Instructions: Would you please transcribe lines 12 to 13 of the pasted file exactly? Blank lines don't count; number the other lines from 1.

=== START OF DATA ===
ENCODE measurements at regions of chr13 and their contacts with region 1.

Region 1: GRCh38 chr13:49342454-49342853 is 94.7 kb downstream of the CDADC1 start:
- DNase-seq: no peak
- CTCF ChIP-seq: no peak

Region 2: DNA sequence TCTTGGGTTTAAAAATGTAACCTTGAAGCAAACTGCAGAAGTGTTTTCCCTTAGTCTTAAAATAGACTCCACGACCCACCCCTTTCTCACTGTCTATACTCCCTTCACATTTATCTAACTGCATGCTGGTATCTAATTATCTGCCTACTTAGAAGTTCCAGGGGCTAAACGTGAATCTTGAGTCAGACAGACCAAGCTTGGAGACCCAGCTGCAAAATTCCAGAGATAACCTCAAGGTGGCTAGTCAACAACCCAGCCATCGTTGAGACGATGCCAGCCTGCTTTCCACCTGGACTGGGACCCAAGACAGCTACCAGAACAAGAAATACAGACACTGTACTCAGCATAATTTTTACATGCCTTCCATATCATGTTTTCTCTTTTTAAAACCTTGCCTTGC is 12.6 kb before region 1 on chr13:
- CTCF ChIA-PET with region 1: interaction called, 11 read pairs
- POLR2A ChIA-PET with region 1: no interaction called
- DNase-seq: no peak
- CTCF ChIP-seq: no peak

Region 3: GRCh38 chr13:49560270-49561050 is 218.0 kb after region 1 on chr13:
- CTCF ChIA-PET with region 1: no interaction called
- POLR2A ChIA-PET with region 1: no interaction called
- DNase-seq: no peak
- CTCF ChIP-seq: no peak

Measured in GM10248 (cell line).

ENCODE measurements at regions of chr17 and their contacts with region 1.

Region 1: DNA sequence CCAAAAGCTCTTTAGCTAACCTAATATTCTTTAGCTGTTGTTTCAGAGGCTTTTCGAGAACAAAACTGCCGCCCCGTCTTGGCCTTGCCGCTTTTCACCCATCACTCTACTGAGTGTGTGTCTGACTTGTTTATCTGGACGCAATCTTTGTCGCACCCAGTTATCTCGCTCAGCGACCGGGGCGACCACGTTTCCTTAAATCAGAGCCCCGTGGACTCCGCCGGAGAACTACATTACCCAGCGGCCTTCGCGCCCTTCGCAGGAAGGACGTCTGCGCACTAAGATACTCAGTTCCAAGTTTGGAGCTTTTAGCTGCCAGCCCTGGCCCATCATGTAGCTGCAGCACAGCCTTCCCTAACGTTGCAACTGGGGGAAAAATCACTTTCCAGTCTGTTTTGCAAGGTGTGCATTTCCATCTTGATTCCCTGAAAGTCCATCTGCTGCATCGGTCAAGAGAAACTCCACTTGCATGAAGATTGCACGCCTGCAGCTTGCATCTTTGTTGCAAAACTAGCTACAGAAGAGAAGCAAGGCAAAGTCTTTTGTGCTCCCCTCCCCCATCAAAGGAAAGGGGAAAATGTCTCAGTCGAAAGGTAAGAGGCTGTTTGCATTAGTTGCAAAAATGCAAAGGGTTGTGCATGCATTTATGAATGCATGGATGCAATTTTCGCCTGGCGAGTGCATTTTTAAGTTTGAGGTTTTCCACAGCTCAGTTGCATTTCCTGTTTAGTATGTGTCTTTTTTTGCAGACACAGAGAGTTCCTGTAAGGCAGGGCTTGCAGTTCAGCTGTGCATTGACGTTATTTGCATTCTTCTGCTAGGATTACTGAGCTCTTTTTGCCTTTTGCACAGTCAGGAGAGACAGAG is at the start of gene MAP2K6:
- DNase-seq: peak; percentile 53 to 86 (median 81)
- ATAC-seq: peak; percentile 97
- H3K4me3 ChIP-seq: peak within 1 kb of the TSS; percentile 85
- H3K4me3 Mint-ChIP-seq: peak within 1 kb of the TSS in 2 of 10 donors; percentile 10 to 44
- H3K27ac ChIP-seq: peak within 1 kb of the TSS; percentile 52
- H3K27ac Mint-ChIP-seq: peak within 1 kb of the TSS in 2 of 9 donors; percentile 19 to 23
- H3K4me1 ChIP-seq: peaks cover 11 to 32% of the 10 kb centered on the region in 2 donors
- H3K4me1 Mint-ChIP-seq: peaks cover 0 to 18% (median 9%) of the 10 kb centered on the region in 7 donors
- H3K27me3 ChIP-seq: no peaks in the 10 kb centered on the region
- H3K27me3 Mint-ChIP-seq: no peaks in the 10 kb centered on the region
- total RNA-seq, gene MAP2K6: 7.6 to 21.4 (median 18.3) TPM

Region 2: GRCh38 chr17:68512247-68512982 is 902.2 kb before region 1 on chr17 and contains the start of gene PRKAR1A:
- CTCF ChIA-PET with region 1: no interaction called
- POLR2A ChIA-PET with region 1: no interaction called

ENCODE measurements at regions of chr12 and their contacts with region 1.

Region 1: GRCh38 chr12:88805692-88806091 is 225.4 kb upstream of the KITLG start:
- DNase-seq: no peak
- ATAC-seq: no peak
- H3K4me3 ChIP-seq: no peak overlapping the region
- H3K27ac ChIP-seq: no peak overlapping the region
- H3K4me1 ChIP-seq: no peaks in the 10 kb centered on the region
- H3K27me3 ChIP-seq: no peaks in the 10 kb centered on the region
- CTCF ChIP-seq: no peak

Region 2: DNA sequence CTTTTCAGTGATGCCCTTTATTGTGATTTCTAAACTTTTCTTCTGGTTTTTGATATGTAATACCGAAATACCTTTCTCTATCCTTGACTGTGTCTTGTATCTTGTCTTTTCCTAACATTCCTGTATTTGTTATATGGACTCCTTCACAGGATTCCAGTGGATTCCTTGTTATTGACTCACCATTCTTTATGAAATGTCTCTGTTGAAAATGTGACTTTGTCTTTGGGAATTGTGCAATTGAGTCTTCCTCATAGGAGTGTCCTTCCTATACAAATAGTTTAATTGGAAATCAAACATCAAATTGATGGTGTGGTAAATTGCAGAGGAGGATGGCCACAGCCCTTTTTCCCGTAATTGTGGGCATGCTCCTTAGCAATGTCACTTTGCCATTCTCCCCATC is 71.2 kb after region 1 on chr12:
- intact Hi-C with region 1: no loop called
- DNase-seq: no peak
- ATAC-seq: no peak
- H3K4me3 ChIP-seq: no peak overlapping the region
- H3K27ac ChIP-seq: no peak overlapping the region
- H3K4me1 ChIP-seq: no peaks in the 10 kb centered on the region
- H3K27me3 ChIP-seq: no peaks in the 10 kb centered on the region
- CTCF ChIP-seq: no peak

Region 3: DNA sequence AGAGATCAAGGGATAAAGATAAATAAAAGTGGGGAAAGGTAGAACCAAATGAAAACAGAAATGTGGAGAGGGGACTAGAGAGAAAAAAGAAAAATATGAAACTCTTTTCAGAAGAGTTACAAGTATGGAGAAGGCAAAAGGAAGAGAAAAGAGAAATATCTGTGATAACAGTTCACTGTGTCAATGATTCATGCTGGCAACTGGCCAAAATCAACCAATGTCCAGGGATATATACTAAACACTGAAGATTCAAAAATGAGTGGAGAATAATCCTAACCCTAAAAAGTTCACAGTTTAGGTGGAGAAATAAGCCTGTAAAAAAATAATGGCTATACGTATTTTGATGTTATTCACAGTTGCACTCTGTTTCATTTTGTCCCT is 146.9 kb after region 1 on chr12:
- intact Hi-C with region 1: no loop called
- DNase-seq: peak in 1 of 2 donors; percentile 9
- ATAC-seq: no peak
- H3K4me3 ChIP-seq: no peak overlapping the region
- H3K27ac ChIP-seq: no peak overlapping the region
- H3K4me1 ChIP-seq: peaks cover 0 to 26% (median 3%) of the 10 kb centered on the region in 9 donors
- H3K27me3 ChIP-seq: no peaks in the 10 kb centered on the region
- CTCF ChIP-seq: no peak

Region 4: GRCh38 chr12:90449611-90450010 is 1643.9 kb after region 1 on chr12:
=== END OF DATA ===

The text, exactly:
- POLR2A ChIA-PET with region 1: no interaction called
- DNase-seq: no peak